Small unruptured intracranial aneurysms (UIAs) (3?7 mm in diameter) have an average annual likelihood of growth (?1 mm) of 3% per year (range: 7?21% over 2?4 years of follow-up).1-11 Intracranial aneurysms (IA) that enlarge have 12?24 times increased risk of rupture compared to those that do not.1-11 These data compelled the AHA/ASA in their 2015 guidelines to strongly recommend surgical or endovascular treatment of UIAs that enlarge,12 but the need for these expensive invasive procedures, which have associated morbidity and mortality, could be limited if pharmaceutical treatments could be developed to prevent IA growth or rupture. Based on data from a series of studies in humans and animals regarding UIAs, Aspirin has shown to safe, inexpensive, and effective treatment to decrease IA growth and rupture. But do women and men respond equally to ASA? The answer is NO. (A) Our animal study revealed that there are sex-specific differences in the biologic response to ASA and the ability of ASA to reduce the risk of IA rupture in mice.15 (B) We identified effects on expression of 15-PGDH as a potential cause of this phenomenon and reversed these effects by activating this enzyme in female mice and inhibiting it in male mice.15 (C) The finding of sex-specific responses to ASA in mice was confirmed in humans using data from ISUIA cohort, with ASA being 20% more effective in reducing IA rupture in males than females.15 (D) Serum analysis of blood collected from within human IA sacs showed significant elevation of 15-PGDH in males when compared to females, confirming our findings in mice and adding more evidence of sex differential response to ASA and 15- PGDH as potential explanation for this response.23 Our proposal seeks to test these primary hypotheses: (1) activation of 15-PGDH decreases the risk of IA rupture by: a) decreasing the harmful expression of PGE2 and b) converting PGE2 to 15-keto PGE2 which acts as an endogenous agonist of PPAR?, which is known to decrease the risk of IA rupture; (2) the effect of 15- keto PGE2 is cell-specific to smooth muscle cells and macrophages. To test these hypotheses, we will perform these two specific aims:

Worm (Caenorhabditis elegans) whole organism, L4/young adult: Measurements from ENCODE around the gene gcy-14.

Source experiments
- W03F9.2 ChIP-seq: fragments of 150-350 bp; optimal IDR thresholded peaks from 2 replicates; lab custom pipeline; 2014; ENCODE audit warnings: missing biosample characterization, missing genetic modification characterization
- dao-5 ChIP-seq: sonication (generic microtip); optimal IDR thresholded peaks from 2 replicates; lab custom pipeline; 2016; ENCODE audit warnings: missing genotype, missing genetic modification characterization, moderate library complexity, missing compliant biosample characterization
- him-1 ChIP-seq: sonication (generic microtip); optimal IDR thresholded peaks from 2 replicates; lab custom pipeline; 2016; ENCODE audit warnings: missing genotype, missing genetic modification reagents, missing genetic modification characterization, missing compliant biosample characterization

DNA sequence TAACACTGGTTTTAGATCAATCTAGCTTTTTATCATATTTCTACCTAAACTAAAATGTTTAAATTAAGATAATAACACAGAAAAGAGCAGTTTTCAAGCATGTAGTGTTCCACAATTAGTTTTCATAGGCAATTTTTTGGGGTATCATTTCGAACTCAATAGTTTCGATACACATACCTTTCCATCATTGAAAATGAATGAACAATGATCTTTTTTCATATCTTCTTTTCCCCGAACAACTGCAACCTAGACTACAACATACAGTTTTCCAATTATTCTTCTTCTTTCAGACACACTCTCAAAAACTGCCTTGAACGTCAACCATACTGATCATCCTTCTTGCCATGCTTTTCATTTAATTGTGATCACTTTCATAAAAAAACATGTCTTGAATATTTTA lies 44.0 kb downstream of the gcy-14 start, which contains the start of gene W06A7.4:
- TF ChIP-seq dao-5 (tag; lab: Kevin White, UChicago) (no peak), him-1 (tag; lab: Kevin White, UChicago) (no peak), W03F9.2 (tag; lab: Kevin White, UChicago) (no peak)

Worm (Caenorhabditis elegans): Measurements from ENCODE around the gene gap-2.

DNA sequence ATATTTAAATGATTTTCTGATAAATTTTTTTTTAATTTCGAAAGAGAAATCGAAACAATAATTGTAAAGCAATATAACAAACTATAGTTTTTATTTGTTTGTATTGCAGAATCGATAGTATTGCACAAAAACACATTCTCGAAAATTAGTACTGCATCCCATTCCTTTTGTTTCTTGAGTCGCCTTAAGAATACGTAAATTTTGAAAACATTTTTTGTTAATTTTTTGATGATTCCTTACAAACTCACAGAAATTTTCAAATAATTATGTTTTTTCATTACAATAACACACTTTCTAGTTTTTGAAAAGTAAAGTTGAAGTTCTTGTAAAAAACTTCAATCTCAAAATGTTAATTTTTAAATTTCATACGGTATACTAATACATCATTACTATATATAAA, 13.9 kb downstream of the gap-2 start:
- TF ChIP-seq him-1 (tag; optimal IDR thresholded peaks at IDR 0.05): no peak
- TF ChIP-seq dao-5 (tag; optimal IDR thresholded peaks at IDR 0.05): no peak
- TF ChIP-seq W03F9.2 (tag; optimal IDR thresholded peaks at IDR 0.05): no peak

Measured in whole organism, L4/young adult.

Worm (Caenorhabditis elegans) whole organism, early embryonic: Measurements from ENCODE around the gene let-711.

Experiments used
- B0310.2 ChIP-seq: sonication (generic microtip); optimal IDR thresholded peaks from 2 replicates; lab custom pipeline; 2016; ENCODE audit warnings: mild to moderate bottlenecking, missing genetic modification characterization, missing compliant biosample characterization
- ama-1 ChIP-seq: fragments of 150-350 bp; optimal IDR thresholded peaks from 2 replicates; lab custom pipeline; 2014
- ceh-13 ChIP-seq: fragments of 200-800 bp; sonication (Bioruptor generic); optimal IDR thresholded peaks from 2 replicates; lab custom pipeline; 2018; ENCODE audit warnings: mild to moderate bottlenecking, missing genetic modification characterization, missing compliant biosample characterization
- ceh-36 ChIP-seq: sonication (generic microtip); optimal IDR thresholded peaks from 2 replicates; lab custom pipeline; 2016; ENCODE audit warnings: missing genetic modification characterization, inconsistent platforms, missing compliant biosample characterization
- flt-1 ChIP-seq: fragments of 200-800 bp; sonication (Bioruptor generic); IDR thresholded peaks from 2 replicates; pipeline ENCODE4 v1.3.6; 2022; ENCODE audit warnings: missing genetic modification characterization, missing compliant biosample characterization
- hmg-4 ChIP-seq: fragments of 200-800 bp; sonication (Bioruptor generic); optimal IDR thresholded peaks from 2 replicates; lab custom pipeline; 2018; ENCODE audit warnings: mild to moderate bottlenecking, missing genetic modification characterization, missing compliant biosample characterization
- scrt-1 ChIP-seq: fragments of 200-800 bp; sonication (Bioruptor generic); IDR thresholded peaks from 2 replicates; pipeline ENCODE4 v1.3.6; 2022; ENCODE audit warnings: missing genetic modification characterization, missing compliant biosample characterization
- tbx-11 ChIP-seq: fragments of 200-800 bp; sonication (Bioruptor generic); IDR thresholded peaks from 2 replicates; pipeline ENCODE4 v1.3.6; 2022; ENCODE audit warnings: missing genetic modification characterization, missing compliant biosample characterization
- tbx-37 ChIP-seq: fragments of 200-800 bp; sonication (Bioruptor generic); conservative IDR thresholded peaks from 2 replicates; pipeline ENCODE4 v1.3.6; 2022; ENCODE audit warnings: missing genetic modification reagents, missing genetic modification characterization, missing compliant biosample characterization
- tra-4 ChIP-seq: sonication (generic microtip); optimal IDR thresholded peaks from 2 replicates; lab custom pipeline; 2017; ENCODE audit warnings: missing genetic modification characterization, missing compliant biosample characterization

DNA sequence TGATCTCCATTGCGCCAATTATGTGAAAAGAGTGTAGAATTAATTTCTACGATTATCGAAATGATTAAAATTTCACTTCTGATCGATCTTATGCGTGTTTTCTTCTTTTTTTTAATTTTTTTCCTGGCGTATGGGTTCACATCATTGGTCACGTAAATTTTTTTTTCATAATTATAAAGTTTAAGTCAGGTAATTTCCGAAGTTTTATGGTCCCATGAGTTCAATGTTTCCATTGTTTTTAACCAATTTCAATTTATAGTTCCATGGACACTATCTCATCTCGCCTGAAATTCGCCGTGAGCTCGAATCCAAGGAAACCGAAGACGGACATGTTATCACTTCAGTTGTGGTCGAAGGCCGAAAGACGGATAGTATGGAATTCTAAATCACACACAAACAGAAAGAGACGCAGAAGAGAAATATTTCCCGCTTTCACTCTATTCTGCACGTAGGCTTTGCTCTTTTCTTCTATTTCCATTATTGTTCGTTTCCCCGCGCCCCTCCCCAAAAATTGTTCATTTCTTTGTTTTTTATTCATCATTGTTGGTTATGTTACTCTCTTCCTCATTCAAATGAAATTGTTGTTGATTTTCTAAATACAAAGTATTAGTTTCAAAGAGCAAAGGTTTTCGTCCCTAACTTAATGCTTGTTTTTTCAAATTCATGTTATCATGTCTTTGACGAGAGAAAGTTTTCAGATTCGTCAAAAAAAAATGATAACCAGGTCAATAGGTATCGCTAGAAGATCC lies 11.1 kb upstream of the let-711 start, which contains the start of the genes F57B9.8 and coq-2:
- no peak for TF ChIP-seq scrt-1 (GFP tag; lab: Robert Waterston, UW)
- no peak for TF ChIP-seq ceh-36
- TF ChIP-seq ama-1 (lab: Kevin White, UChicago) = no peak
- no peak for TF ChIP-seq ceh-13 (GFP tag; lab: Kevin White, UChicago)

Specific Aim 1 : Test the hypothesis that activation of 15-PGDH decreases risk of UIA rupture equally in male and female WT mice by (A) decreasing expression of PGE2 and (B) increasing 15-keto PGE2 which acts as an endogenous agonist of PPAR? which we showed decreases the risk of IA rupture.
Specific Aim 2 : Test the hypothesis that the effect of 15-keto PGE2 (final byproduct of 15-PGDH which functionally acts as an endogenous PPAR? activator) primarily acts in smooth muscle cells (SMC) and macrophages (M?).

Public Health Relevance

Several human observatory studies and pre ?clinical date from animal model of cerebral aneurysms strongly suggests that aspirin attenuates the inflammatory process within the wall of these aneurysms resulting in decreased aneurysm rupture; however, aspirin has sex differential response. It is more protective in males than females due in part to 15-PGDH activities. In this proposal, we seek to delineate the mechanistic pathway by which 15-PGDH exerts its protective effect.

National Institute of Health (NIH)
National Institute of Neurological Disorders and Stroke (NINDS)
Research Project (R01)
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Bioengineering, Technology and Surgical Sciences Study Section (BTSS)
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Koenig, James I
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University of Iowa
Schools of Medicine
Iowa City
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